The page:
Some swearwords seem to have different “weight” in different cultures. My Dutch friends swear a lot in Dutch, and to them “kut” is much less offensive than “godverdomme”. In my language it’s the opposite, so they just say “vervelend” about everything if they’re talking to me.

  23. Tanya

    If you feel offended by people using the word ‘fuck’, maybe it’s an idea to either learn how to deal with it or go back to where you came from. We are not easy to offend, we don’t care about the word ‘fuck’, it’s just a synonym for ‘make love’ or ‘have sex’. The way we use it, it’s not even being used to express these meanings, it’s just an easy word to curse with without swearing with anything really severe and offending. Like ‘shit’, ‘crap’ (we do it every day) I don’t understand the commotion and shocking issue. The word ‘cancer’ or in Dutch ‘kanker’ is being used more often than ‘fuck’ and that’s something I understand people have difficulties with, because you’re actually swearing with a disease and something terrible everybody can relate to. We all know somebody who had cancer… But ‘fuck’ is not a terrible word, it’s something we all do to reproduce and it’s probably typical American or English to be easily offended, we Dutch just don’t understand why. Especially not because we hear it in every American movie, series and tv show. How do you think we got familiar with the English cursing vocabulary?

    We are not screaming and yelling like idiots all the time when something good happens, we will not freak out when we see a celebrity, we will certainly not call the word ‘fuck’ the ‘f-bomb’. We are not hypocritical, we love to be straight to the point. We are very straight forward, we confront people with our issues and we don’t understand how a person can be offended by the words ‘fuck’, ‘shitty’, ‘bloody’ etc. Get over it, understand our culture and our free way of expressing ourselves or just move…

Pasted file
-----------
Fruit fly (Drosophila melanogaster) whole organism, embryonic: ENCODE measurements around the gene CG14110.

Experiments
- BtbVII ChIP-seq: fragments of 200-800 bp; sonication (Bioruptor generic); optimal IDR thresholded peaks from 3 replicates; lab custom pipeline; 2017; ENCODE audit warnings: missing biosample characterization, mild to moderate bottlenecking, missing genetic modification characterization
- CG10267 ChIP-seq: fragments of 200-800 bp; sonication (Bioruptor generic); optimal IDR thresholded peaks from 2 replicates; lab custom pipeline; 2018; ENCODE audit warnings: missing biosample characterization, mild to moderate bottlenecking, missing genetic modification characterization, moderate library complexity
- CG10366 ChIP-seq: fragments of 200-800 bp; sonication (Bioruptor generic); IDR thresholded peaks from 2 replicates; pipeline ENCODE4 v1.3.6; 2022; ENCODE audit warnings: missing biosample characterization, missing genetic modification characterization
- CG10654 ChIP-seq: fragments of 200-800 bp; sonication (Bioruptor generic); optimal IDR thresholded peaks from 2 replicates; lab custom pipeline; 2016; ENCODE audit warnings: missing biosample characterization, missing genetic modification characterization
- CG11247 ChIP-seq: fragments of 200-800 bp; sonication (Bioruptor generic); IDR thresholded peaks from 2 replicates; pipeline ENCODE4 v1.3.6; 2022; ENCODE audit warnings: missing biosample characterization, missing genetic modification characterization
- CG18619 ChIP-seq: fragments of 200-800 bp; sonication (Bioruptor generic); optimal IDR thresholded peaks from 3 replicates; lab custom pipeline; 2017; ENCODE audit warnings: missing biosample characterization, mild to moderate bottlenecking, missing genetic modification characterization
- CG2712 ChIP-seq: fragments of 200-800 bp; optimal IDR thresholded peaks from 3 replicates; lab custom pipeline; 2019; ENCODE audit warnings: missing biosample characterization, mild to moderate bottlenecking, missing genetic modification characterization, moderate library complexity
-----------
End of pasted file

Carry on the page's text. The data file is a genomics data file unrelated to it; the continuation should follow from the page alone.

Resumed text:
Personally, my opinion would be to consult a therapist to talk about this issue. How the hell (sorry, offending as well right?) can one be offended by the word ‘fuck’??? ‘Nigger’, ‘Mongol’, etc, yes, I totally get it. These words can offend you because they are racist or making fun of Down Syndrome. That’s not done, I agree. But the word ‘fuck’…. I don’t get it…

    Funny that this is the issue you want to write an article about. In The Netherlands it’s okay to be LGBT, we respect all religions and everybody is free to practice any religion, we have freedom of speech and we love to curse with the ‘F-bomb’ so now and then…

    Using the word ‘fuck’ is not offending any religion, not making fun of one’s background, sexual preference or any nasty disease. It’s just four letters being used like ‘darn’, ‘dang’, etc.

    What’s the fucking problem…

  24. will

    There is a filtering effect, but the filter doesn’t work to native English speakers. Swearing in Dutch is a lot worse as you know, so swearing in English isn’t that bad (to a native Dutch speakers). And really, how bad is saying “fuck”? It’s just a different, albeit more rude, word for the act of making love.

  25. Kim

    Lived in Australia. I that f-en place they use the word ‘fuck’ five fucking times in one fucking sentence, fucking oath.

  26. Uien Cornflakes

    John F. Kennedy: What hobby do you have, mr Luns?
    Joseph Luns (Dutch minister): I fuck horses
    Kennedy: I beg your pardon!?
    Luns: Yes, paarden !

  27. koos

    When I was a kid, growing up near Seattle, our Dutch family friends came to visit with one of their daughters, who was probably five at the time. When the five year old dropped something in a parking lot and said, “fuck!” clear as day. I stared in bewilderment at my mom (also Dutch), who simply explained that it is different there, it doesn’t mean as much.

    Now all grown up, when I’ve worked with Dutch folks, it seems it depends on where you’re from that determines the degree to which you curse. English cursing seems usually much more acceptable, but if you hurt yourself apparently using the “k” word is okay?

    Meanwhile, in the Seattle tech industry, cursing is usually acceptable so long as it is not directed directly at a person who is present.

  28. marieke elzer

    And yet, we learn most of our swear words from Netflix, American series yo be exact

  29. Lilith

    The words shit and fuck have just lost their power in our language.
    It’s more of a common swear, not actual cursing.
    In Harry Potter, Hermione organised the S.H.I.T. instead of the S.P.E.W. Nobody felt that was too inapropriate for a childrensbook, it was slightly ‘naughty/bad’, on the same level as saying; ‘you’re stupid’ to someone.
    Ron even jokes about it, saying he’s tired of her shit and asks when she’s going to stop with all of that shit.
    And ofcourse, nothing is censored, it’s a plain word.